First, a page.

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Want To See Where Polar Bears Live? It’s On Google Street View Now
February 27, 2014
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Today is International Polar Bear Day, which makes it as good a time as any to snoop around the bears' natural habitat.

In honour of IPBD (an initiative of conservation organization Polar Bears International), Google has released new street view footage of the barren tundra of northern Manitoba, home to one of the world's largest polar bear populations. Google's Trekker cameras have been prowling the streets of Churchill, Manitoba since October. As soon as the ice set in and it was safe to venture out of town, Google strapped the cameras to a Tundra Buggy (an Arctic tourist-mobile that takes visitors on polar bear adventures) to search out polar bears.

"“[This] is an opportunity to connect people to the Arctic and to connect people to the changes that are happening in the Arctic,” Kristen Wright, head of Polar Bears International told the Globe and Mail (PBI partnered with Google on the project). “It will connect people to this ecosystem that not very many people will have the opportunity to come and experience for themselves.”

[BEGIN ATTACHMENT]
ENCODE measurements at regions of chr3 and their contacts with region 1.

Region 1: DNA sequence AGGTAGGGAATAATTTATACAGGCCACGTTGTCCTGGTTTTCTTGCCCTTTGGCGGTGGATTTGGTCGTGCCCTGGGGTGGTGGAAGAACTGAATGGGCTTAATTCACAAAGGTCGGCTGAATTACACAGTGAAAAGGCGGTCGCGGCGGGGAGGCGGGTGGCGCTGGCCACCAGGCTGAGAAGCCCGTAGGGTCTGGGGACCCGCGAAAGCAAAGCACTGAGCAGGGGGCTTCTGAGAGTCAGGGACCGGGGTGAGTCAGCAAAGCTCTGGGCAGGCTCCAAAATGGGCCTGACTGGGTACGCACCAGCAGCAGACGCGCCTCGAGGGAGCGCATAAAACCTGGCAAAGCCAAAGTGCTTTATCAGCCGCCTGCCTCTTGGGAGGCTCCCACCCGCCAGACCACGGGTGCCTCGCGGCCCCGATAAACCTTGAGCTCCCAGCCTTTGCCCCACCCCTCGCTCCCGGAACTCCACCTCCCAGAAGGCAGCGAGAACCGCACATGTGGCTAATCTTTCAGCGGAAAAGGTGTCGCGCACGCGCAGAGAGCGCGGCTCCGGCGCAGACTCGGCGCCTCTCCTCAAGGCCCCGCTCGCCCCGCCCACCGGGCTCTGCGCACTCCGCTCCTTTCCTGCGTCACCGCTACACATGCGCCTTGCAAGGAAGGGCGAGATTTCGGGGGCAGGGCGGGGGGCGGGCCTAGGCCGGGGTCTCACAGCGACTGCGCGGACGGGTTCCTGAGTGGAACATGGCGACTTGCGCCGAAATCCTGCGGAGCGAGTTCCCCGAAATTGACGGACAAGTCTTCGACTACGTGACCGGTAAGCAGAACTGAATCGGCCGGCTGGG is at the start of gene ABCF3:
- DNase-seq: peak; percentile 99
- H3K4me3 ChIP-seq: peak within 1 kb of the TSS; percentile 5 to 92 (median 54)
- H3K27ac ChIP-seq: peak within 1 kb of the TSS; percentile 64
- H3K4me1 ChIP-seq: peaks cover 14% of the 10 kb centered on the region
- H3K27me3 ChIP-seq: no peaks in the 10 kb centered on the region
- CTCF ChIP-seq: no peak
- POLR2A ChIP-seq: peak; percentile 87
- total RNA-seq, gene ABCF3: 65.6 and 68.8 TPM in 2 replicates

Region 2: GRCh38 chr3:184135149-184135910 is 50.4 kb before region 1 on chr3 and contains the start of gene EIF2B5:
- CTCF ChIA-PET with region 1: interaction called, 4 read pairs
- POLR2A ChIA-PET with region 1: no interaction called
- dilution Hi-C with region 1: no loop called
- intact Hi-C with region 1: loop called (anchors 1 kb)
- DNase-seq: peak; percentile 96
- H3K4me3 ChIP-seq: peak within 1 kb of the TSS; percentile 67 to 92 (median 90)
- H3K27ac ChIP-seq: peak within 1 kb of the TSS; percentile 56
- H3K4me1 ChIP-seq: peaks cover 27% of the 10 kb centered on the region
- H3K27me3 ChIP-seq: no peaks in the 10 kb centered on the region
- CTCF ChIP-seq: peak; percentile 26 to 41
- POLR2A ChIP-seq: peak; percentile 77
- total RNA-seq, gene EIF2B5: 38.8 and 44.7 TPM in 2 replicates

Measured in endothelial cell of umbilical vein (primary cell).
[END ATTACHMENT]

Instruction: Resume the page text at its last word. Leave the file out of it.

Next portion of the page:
This isn't the first trip to Canada's north for Google. Previously, the company has mapped Iqualuit and Cambridge Bay. But it's the first time Google has actively pursued animals for its street view maps. 

You can take a look at some of the behind-the-scenes pictures of Google's polar bear expedition in the gallery above. Or you can try the street view for yourself here.

Google also released a behind-the-scenes video of their trek across the tundra, which you can check out below.


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